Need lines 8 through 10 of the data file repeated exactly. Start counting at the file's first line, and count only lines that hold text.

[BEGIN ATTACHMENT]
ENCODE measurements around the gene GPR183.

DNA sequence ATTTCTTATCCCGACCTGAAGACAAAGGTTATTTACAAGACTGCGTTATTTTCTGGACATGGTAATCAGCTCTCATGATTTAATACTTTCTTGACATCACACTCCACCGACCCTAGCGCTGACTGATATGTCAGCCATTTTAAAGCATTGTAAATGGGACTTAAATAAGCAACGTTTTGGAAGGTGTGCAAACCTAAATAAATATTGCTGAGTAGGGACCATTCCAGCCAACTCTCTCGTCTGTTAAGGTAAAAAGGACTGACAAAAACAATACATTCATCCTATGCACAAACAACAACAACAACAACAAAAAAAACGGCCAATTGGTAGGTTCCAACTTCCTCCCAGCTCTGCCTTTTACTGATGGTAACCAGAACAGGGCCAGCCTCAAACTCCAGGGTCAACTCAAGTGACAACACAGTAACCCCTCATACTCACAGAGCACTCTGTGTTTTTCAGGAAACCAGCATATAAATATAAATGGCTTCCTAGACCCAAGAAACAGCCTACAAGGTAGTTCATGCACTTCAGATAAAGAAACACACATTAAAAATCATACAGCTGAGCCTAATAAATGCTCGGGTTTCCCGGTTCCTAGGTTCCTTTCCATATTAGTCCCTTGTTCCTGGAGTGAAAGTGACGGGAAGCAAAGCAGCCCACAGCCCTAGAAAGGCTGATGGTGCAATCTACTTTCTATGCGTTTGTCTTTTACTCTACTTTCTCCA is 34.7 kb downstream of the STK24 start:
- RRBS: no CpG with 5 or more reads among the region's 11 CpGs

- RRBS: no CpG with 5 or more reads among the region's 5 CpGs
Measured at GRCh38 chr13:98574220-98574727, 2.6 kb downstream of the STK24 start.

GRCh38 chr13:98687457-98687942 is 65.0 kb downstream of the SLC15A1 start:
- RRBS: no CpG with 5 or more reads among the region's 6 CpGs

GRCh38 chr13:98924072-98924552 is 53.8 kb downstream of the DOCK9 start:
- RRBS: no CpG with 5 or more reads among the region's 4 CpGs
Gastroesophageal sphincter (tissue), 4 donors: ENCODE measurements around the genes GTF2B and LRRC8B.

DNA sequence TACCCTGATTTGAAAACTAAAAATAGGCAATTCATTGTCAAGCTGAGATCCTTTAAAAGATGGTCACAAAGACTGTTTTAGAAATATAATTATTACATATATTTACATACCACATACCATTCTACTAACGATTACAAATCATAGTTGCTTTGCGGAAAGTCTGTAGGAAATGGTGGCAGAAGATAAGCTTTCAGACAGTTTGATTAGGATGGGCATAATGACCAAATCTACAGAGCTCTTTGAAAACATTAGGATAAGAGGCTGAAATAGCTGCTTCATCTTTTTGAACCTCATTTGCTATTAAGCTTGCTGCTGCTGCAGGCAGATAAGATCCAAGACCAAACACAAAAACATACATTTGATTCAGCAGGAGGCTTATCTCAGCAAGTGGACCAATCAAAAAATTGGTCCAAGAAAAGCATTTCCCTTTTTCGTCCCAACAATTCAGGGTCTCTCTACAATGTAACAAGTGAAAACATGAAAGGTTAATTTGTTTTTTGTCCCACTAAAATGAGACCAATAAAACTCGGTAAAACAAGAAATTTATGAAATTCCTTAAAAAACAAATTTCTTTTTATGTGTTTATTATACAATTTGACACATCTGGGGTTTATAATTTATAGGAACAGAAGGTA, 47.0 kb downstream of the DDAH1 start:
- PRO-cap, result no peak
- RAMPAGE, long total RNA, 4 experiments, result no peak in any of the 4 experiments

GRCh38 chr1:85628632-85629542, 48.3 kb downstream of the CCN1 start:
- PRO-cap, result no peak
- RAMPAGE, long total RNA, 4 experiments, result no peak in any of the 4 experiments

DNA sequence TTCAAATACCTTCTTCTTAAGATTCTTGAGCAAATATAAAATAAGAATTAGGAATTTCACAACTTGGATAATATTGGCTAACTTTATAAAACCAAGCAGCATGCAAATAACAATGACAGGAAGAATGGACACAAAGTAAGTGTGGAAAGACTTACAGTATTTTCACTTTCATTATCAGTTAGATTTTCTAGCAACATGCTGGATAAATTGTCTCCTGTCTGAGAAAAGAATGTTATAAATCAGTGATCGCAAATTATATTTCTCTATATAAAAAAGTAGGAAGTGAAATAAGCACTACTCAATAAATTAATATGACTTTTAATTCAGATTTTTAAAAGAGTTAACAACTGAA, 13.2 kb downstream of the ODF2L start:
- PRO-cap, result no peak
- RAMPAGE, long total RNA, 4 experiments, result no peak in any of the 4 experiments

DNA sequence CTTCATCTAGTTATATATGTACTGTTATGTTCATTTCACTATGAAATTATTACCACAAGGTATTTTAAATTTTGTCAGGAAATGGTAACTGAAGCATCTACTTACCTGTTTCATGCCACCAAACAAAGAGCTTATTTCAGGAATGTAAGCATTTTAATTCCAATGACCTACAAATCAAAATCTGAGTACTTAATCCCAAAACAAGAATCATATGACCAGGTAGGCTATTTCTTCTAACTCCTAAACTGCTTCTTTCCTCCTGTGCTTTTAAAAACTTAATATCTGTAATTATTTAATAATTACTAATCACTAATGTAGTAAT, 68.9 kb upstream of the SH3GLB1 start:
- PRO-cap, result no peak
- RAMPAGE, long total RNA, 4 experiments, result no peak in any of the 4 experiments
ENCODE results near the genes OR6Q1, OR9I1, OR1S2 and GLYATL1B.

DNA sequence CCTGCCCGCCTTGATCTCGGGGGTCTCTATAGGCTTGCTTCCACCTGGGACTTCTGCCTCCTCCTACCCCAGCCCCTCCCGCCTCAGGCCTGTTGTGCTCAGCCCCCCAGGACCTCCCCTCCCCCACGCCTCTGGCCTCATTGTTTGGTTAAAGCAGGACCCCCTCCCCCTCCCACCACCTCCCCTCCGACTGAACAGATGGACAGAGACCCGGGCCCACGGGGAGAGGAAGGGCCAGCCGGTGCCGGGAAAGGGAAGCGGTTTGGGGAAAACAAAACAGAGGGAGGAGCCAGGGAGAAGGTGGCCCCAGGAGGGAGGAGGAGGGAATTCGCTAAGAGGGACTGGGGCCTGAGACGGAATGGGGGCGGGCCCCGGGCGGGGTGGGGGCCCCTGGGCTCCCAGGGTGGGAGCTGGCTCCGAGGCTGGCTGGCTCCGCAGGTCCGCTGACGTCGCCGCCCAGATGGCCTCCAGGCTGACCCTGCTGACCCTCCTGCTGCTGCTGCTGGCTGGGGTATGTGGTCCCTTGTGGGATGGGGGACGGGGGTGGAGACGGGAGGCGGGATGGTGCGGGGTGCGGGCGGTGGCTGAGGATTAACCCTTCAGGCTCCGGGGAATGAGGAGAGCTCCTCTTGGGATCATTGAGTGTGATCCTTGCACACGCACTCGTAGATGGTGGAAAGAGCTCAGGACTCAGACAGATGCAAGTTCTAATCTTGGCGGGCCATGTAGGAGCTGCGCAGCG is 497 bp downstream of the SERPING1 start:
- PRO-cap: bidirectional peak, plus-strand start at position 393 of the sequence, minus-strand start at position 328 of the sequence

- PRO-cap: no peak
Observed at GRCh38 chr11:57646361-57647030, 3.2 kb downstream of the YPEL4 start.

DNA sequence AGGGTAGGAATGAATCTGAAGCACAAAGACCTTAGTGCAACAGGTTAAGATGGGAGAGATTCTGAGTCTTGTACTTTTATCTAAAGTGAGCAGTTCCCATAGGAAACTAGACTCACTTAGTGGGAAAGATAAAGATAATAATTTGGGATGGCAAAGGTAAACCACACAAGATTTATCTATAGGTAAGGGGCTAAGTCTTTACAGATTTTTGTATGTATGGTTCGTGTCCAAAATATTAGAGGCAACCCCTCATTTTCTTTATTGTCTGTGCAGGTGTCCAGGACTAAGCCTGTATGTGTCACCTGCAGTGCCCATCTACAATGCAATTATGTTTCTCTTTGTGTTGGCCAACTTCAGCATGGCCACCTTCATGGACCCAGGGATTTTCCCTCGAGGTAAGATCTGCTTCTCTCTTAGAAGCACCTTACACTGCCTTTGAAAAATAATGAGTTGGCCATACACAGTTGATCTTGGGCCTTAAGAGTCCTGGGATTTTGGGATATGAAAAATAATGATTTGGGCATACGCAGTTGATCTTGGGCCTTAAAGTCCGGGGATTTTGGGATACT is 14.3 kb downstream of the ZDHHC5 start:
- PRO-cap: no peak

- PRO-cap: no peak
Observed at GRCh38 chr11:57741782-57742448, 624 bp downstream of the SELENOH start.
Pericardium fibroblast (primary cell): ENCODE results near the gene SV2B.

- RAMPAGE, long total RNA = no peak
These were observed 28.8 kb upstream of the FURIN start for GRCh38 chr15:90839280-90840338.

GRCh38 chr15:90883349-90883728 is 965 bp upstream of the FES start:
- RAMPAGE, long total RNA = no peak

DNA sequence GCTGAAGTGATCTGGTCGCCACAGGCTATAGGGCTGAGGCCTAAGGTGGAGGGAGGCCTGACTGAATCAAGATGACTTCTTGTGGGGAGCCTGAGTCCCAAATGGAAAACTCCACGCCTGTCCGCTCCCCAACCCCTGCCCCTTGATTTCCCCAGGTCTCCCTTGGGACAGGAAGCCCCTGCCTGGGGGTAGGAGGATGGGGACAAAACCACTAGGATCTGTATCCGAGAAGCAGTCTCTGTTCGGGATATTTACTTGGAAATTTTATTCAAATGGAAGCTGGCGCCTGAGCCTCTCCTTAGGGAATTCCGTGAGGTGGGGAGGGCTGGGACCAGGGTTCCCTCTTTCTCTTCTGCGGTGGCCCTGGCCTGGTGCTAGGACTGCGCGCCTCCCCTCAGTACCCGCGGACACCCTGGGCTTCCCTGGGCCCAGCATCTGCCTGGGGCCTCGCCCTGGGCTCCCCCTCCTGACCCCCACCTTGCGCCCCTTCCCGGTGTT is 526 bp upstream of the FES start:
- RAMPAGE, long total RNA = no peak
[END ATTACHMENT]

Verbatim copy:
GRCh38 chr13:98924072-98924552 is 53.8 kb downstream of the DOCK9 start:
- RRBS: no CpG with 5 or more reads among the region's 4 CpGs
Gastroesophageal sphincter (tissue), 4 donors: ENCODE measurements around the genes GTF2B and LRRC8B.